rose mutation

Discussion in 'Rosa (roses)' started by Sue S, Jun 2, 2006.

  1. Sue S

    Sue S Member

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    Nine years ago I received my first rose bush from my father-in-law for the birth of my third daughter. A lovely and meaningful gift that I had difficulty finding a home for the first 4 years of its life, thusly, I transplanted it equal number of times and then somet in its early years. I finally found a permanent home for the poor withered plant and have kept it there since. This (originally) peach and rose tinged hybrid tea rose has taken years recover from the abuse I inflicted on it early on. It is now a healthy hearty shrub that has completely mutated blooms from the original plant I received. It flowers in abundance, yet the color is now a solid deep rose color with a single row of petals. What specifically, of my abuse caused the mutation? Is there any way to reverse the mutation? Thanks.
     
  2. Margaret

    Margaret Active Member 10 Years

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    Sounds like it was grafted and the grafted section has now died leaving the original root stock. I am sure that someone will be able to give a more technical discription and will probably make a pretty good guess at the type of rose.
    Margaret
     
    Last edited: Jun 2, 2006
  3. Ron B

    Ron B Esteemed Contributor 10 Years

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    Compare with 'Dr. Huey'.
     
  4. Laurie

    Laurie Active Member Maple Society 10 Years

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    I also believe that what you have is root stock. Dr. Huey, probably the most commony used rootstock, is red and blooms once. If, for sentimental reasons, you would like to replace the rose, we can try to help you to identify which rose it was. It would be helpful to know if there was any fragrance. Roses are often categorized as pink blends or apricot blends, and it sounds as though yours was closer to a pink blend. You could page through a few books on roses, and some websites list their roses by color. Then at least you could let us know the name of a rose that is somewhat similar to the one you are looking for. Of course, all roses hybridized and released into the market after 1997 can be excluded from consideration.
     
  5. Sue S

    Sue S Member

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    Wow, that's amazing. Definitely Dr.Huey. So simple for you all...goes to show you my novice with roses and how I got here in the first place. The rose was called Chicago Peace. I have to say I didn't love the coloring on the original bloom...but would prefer keeping the original plant to replacing it with what it is supposed to be. (no way to get it back to its starting place, huh?) Thanks so much for your knowledge and sharing it with me.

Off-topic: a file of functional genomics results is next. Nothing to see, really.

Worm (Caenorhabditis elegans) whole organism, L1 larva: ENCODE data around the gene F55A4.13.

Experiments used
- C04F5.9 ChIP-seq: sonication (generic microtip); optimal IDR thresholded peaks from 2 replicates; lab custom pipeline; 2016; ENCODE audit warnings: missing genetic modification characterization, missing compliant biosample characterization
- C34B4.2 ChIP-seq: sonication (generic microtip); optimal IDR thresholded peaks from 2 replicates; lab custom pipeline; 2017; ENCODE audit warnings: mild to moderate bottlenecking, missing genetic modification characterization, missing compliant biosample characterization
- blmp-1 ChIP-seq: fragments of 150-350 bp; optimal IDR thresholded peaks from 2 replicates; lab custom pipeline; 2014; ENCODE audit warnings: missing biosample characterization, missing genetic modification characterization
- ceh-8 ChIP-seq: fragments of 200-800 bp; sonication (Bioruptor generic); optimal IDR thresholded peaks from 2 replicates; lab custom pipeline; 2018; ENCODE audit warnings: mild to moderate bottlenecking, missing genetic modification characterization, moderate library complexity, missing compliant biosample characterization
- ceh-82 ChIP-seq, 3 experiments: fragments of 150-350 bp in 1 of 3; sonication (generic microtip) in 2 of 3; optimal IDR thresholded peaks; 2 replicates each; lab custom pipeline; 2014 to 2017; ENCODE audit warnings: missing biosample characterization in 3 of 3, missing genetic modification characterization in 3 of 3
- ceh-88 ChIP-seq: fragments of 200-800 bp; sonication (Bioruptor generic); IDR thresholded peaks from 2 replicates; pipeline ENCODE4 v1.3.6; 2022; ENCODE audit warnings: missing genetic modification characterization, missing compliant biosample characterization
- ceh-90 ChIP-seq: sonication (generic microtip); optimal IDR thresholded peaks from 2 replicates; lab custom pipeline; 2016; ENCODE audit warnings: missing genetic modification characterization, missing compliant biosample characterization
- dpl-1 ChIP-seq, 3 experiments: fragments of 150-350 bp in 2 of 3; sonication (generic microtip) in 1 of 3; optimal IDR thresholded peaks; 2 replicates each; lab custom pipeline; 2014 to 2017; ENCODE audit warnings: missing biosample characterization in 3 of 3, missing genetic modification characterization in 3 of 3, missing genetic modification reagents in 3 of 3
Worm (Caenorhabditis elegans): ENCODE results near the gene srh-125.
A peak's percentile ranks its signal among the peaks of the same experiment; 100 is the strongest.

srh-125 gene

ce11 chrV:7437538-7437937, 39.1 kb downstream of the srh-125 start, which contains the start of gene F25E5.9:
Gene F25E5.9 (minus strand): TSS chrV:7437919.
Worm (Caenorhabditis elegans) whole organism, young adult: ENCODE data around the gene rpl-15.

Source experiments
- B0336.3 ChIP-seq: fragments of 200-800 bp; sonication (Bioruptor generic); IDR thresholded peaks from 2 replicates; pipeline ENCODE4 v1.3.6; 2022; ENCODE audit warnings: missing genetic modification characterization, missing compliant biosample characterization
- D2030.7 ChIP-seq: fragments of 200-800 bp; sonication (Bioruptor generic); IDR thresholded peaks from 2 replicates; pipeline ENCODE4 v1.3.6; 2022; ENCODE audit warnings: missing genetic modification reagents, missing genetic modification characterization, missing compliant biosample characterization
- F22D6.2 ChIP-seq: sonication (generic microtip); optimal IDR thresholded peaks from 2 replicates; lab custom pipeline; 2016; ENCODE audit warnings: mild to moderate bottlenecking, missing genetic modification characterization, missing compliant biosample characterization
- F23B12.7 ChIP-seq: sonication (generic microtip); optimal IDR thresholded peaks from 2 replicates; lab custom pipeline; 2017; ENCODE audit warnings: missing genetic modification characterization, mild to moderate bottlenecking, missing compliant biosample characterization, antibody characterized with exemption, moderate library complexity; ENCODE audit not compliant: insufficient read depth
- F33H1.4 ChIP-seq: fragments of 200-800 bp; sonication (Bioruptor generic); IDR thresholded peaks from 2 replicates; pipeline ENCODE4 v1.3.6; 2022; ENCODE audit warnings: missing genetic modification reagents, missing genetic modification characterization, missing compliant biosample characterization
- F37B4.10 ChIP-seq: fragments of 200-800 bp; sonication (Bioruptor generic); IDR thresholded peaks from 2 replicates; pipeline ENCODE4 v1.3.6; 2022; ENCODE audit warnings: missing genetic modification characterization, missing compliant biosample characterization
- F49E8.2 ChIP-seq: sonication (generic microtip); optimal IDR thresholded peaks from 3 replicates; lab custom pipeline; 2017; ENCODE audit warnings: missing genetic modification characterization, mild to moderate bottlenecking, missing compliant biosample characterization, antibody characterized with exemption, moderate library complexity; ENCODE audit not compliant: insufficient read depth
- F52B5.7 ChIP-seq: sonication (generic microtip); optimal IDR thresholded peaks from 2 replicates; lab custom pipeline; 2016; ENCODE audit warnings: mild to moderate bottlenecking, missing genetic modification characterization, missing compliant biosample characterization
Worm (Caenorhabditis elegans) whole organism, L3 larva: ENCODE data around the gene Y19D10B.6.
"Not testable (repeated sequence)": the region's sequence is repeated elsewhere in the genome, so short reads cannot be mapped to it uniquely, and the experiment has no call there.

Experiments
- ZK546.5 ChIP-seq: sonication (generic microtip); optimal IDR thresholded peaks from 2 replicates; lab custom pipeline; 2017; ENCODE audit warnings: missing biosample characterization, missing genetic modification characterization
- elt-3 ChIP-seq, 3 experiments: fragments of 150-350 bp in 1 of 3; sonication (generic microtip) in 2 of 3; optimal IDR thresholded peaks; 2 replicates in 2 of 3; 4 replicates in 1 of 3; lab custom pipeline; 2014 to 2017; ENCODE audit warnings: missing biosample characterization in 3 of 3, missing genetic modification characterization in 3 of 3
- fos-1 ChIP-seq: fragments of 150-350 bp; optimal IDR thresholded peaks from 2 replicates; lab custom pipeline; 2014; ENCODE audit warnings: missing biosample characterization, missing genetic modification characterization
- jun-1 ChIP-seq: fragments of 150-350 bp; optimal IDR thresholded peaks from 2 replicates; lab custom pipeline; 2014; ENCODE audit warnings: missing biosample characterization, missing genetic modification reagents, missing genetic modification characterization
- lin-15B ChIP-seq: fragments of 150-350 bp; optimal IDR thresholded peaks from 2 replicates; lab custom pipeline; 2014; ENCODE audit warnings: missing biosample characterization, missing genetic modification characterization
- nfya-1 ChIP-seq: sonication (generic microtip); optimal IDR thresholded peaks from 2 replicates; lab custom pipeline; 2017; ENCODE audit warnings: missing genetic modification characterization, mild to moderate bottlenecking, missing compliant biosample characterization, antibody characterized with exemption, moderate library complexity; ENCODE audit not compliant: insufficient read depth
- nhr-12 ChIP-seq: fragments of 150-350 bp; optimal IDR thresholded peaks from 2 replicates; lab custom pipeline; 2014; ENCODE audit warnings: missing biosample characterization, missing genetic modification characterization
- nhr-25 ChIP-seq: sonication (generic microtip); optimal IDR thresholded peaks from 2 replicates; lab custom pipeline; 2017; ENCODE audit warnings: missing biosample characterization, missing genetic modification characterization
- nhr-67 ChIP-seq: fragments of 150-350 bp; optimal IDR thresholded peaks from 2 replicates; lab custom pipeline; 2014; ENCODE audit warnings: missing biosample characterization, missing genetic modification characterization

6. Weekend Gardener

    Weekend Gardener Active Member 10 Years

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    I agree. What you have is the rose that was the root stock. Dr. Huey is still the most commonly used root stocks for the large rose nurseries operating in California, which is where a lot of roses are grown commercially. No, you can't get your original rose back since, in all likelihood, the ornamental Chicago Peace that was grafted on would have died. But just in case, take a close look at all the branches that arise from the bottom of the rose. If you see a bulbous swollen part, low down near soil level, that could well be the bud union. If any canes arise from the swollen part or above it, than your original rose is still there. Double check and see if these canes, if any, has leaves that are different from the canes bearing the red flowers. If they are different, you are a real lucky lady! Then, all you need to do is to cut off all of the canes bearing the red flowers. All the energy will be directed to the ornamental part and make it grow.

    If you don't see any viable remnants of the original ornamental rose, then get rid of what you have and get another Chicago Peace. It is one of those roses which seem to be readily available on the market.
     
  7. Laurie

    Laurie Active Member Maple Society 10 Years

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    I took this photograph of Chicago Peace for you last weekend when we were visiting a private garden of 500 roses in Tacoma, WA. What I found in my mom's garden in Zone 6, is that it is extremely difficult to remove the Dr. Huey once it has been growing for years. It is vigorous with huge and extensive roots, which is why it is chosen as understock for grafting, which can compete with other roses or plants nearby. If you would like to keep it for sentimental reasons, can you plant it in a pot or a really difficult spot to keep it controlled?
     

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  8. Sue S

    Sue S Member

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    thanks for the pic and the info...
     

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